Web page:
(Is it O.K. that I am sitting in a hotel in Quito, Ecuador while writing about part of our trip in Bhutan this last fall? The reality is, if I don’t do it now, it will never happen and our time there was just too special not to write about!)
Between the Class II/III cultural trip we had just finished and the Class III-IV+ that was about to start, we found ourselves with an unscheduled day and a half. We had planned to spend it in the town of Paro where the airport is located, and where we could do laundry and relax while waiting for the next group to arrive. Instead, we received a last minute surprise from Ugyen, our generous Bhutanese outfitter. The gift was in the form of a hotel room in Thimphu on the eve of the coronation of the fifth king of Bhutan, Jigme Khesar Namgyel Wangchuck. (Thimphu, the capital, is located east of Paro, just over an hour away.) We weren’t sure how much of the actual ceremony we were going to be able to see, but we couldn’t pass it up.
Since our arrival in country on October 4th we had watched people hard at work preparing the roadways, temples and dzongs for the upcoming event. Roads were decorated with arches, banners and prayer flags.
Flowers were planted on the main streets. Banners of the 5th King hung everywhere. In the textile museum, where live demonstrations of the intricate style of Bhutanese weaving are done, we saw a woman putting the finishing touches on an elegant kira (the womens traditional form of dress) to be worn by one of the queens of the forth king (he has four- all sisters). That night we walked the streets of Thimphu and the excitement was palpable. In the clock tower square there were dances for the public.
The whole “city” was sparkling with lights. We would awake November 6th to the ceremonies of the coronation!
We began watching the live coverage of the ceremony on T.V., thinking that there was no way we would be able to attend in person. We would find out later that we could have joined in the procession from the town center into the outer courtyard of the Trashi Chhoe Dzong ( a dzong is a fortress monastery)! Bhutan is rich in ceremony and dress, and religion and government are closely intertwined. I couldn’t begin to tell you what we were watching in terms of the ceremonial significance, but there was a parade of costumes and colors. Every region of the country was represented by costume.
Once in the courtyard it appeared that only very important dignitaries were allowed further. The actual coronation ceremony would be held in an inner chamber. There were some westerners amid the group and I had to sympathize as I watched them sitting uncomfortably in cross-legged position upon cushions on the floor.
While waiting for the ceremony to begin, T.V. coverage alternated between the ceremonial chamber, and the outer courtyard of the Dzong with the procession of people that had been halted there. Behind them, an enormous three storied Thondrol was unfurled. It appeared to be quite old. Thondrols are a multi-storied, fabric panel with embroidery and appliques depicting scenes of the Buddhas life. These are made by the monks and sometimes centuries old. They are unfurled once a year for such auspicious events as this, then carefully stored away.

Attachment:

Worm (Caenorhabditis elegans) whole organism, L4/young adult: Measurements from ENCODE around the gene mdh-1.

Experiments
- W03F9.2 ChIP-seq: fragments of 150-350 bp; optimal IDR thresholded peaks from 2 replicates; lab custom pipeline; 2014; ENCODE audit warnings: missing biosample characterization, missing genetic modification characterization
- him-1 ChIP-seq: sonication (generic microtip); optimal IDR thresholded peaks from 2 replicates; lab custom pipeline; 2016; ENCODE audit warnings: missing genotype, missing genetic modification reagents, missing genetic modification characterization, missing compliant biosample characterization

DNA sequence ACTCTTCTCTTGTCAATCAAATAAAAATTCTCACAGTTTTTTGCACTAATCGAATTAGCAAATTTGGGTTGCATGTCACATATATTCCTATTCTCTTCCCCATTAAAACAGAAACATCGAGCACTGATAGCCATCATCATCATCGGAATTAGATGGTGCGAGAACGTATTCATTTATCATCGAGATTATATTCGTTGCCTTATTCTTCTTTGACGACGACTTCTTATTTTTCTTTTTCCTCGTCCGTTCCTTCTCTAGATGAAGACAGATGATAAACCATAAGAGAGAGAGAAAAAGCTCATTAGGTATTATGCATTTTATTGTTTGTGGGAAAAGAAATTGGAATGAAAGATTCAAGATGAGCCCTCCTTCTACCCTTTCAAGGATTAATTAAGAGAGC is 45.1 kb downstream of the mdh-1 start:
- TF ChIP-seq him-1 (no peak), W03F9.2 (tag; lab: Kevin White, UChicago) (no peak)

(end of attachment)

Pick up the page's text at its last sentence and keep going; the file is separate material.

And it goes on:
We had watched enough live coverage on T.V. and wanted to go and mingle with the crowds. Mary put on her kira with toego and wonju blouse and jacket (traditonal for a Bhutanese woman) and we headed in the direction of the Dzong. It wasn’t hard to know which way to go. One only had to follow the people dressed in their absolute best; men in their gho’s and women in their kiras. Both men and women were beautiful to see! As we approached the Dzong, a large crowd was waiting to go in. At the edge of the crowd we ran into Pat W., a member of or upcoming trip. He had come a few days early to do some site-seeing. Earlier, Pat and his guide had joined the procession in person as it made its way to the Dzong. He not only saw the King walk by, but tucked into the group just ten rows back and they walked with the procession into the inner courtyard! Now that is sonom (good fortune)!
We waited at the dzong entrance with the crowd for an hour before we were able to surge through the outer gates of the Dzong. Once inside we wandered the grounds. Many people were quietly waiting, enjoying the day.
Approaching the gates to the inner courtyard we came to another large crowd. A police officer was informing the group that no more people would be allowed in. We could see the top portion of the Thondrol where it hung from the large wall of the inner courtyard. We were that close! The ceremony was now over and the newly coronated King was personally greeting each and every person in the inner courtyard. There just wasn’t time enough in the day for him to see everyone that was waiting!
We made our way back along the streets to the center of town. Across from the national stadium there were colorful booths and vendors selling handicrafts and food. People everywhere were dressed in their finest. There were three days of activities lined up at the stadium. We were scheduled to be back in Thimphu with our next group in two days time and would be able to catch the last day of performances.
The date for the coronation of November 6th was set in August of 2008 (the official astrologer does that). We had scheduled the dates for our trip in the spring 2007- now that is sonom!
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